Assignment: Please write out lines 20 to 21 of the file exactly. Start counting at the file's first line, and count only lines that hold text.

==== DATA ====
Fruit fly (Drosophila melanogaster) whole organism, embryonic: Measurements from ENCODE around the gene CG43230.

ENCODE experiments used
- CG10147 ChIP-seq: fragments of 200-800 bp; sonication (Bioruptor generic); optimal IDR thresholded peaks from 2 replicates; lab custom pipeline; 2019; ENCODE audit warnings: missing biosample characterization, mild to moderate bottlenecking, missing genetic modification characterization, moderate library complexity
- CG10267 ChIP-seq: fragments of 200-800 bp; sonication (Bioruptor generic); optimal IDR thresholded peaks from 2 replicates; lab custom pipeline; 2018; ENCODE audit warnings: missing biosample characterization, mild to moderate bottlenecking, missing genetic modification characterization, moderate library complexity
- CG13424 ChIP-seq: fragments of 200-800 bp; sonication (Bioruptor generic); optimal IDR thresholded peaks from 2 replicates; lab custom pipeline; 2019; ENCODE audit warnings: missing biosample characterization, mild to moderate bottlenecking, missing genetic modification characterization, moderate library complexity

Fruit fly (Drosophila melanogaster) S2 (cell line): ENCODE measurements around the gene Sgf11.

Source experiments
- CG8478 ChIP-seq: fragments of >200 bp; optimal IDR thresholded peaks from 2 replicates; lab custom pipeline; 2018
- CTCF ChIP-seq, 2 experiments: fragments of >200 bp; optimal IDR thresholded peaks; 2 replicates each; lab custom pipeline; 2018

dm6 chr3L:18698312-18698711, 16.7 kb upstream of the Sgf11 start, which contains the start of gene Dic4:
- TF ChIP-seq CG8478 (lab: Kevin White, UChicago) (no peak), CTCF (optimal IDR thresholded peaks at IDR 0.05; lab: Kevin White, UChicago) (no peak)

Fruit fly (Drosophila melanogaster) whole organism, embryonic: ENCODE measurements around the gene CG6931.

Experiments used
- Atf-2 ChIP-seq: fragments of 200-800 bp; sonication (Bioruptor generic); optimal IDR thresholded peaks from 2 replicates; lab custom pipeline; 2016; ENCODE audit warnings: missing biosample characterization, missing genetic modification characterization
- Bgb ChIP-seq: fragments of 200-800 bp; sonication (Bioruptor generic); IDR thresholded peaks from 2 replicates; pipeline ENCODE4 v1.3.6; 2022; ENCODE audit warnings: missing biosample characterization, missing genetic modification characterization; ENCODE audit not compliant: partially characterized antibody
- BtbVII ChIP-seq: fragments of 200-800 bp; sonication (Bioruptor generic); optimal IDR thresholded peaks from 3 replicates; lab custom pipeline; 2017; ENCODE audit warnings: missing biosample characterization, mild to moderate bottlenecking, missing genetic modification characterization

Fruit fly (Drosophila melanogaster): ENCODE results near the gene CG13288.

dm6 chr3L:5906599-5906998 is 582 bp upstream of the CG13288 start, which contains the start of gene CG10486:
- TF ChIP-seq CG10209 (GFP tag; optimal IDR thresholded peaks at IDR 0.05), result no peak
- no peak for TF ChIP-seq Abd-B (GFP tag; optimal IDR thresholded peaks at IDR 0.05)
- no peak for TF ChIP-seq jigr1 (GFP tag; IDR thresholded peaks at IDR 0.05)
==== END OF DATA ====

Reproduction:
- no peak for TF ChIP-seq Abd-B (GFP tag; optimal IDR thresholded peaks at IDR 0.05)
- no peak for TF ChIP-seq jigr1 (GFP tag; IDR thresholded peaks at IDR 0.05)